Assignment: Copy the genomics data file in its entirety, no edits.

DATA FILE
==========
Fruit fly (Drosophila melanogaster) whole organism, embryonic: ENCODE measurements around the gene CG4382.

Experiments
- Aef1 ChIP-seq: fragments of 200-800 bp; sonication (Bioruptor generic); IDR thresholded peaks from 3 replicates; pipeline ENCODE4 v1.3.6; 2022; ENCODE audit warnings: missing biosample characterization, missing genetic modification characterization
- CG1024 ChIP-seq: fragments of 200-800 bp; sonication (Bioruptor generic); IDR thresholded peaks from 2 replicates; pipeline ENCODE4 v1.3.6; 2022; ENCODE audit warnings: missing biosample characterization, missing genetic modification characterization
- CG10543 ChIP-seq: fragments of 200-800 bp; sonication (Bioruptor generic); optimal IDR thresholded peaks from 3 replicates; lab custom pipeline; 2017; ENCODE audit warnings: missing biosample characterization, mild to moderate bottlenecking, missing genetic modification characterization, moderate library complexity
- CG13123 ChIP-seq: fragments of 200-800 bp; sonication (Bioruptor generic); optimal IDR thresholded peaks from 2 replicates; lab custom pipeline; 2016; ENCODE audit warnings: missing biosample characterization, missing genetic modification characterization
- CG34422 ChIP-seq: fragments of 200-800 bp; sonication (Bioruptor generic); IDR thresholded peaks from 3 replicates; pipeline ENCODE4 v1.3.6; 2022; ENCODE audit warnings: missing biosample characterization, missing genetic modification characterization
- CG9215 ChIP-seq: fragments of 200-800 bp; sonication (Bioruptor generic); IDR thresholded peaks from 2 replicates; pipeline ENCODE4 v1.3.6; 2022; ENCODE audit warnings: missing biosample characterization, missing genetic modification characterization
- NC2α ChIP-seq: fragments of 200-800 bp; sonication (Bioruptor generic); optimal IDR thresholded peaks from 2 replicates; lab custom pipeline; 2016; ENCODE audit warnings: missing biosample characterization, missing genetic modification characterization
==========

Fruit fly (Drosophila melanogaster) whole organism, embryonic: ENCODE measurements around the gene CG4382.

Experiments
- Aef1 ChIP-seq: fragments of 200-800 bp; sonication (Bioruptor generic); IDR thresholded peaks from 3 replicates; pipeline ENCODE4 v1.3.6; 2022; ENCODE audit warnings: missing biosample characterization, missing genetic modification characterization
- CG1024 ChIP-seq: fragments of 200-800 bp; sonication (Bioruptor generic); IDR thresholded peaks from 2 replicates; pipeline ENCODE4 v1.3.6; 2022; ENCODE audit warnings: missing biosample characterization, missing genetic modification characterization
- CG10543 ChIP-seq: fragments of 200-800 bp; sonication (Bioruptor generic); optimal IDR thresholded peaks from 3 replicates; lab custom pipeline; 2017; ENCODE audit warnings: missing biosample characterization, mild to moderate bottlenecking, missing genetic modification characterization, moderate library complexity
- CG13123 ChIP-seq: fragments of 200-800 bp; sonication (Bioruptor generic); optimal IDR thresholded peaks from 2 replicates; lab custom pipeline; 2016; ENCODE audit warnings: missing biosample characterization, missing genetic modification characterization
- CG34422 ChIP-seq: fragments of 200-800 bp; sonication (Bioruptor generic); IDR thresholded peaks from 3 replicates; pipeline ENCODE4 v1.3.6; 2022; ENCODE audit warnings: missing biosample characterization, missing genetic modification characterization
- CG9215 ChIP-seq: fragments of 200-800 bp; sonication (Bioruptor generic); IDR thresholded peaks from 2 replicates; pipeline ENCODE4 v1.3.6; 2022; ENCODE audit warnings: missing biosample characterization, missing genetic modification characterization
- NC2α ChIP-seq: fragments of 200-800 bp; sonication (Bioruptor generic); optimal IDR thresholded peaks from 2 replicates; lab custom pipeline; 2016; ENCODE audit warnings: missing biosample characterization, missing genetic modification characterization